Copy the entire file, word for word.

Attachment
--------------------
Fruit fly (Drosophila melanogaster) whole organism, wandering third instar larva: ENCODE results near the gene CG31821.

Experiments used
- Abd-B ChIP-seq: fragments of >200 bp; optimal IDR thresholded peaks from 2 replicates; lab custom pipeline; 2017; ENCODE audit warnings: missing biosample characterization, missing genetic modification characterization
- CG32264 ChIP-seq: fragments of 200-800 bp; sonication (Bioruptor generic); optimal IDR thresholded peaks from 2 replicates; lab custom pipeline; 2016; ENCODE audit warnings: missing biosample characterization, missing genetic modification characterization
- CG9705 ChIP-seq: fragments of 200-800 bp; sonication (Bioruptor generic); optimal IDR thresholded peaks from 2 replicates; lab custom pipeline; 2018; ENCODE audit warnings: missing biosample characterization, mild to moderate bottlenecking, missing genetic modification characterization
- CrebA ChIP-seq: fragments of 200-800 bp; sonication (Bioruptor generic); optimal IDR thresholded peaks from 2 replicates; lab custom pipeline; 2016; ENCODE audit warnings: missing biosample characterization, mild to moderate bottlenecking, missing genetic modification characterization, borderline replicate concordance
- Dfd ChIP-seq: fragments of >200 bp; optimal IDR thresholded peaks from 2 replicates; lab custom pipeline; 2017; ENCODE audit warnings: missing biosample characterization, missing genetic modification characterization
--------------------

Fruit fly (Drosophila melanogaster) whole organism, wandering third instar larva: ENCODE results near the gene CG31821.

Experiments used
- Abd-B ChIP-seq: fragments of >200 bp; optimal IDR thresholded peaks from 2 replicates; lab custom pipeline; 2017; ENCODE audit warnings: missing biosample characterization, missing genetic modification characterization
- CG32264 ChIP-seq: fragments of 200-800 bp; sonication (Bioruptor generic); optimal IDR thresholded peaks from 2 replicates; lab custom pipeline; 2016; ENCODE audit warnings: missing biosample characterization, missing genetic modification characterization
- CG9705 ChIP-seq: fragments of 200-800 bp; sonication (Bioruptor generic); optimal IDR thresholded peaks from 2 replicates; lab custom pipeline; 2018; ENCODE audit warnings: missing biosample characterization, mild to moderate bottlenecking, missing genetic modification characterization
- CrebA ChIP-seq: fragments of 200-800 bp; sonication (Bioruptor generic); optimal IDR thresholded peaks from 2 replicates; lab custom pipeline; 2016; ENCODE audit warnings: missing biosample characterization, mild to moderate bottlenecking, missing genetic modification characterization, borderline replicate concordance
- Dfd ChIP-seq: fragments of >200 bp; optimal IDR thresholded peaks from 2 replicates; lab custom pipeline; 2017; ENCODE audit warnings: missing biosample characterization, missing genetic modification characterization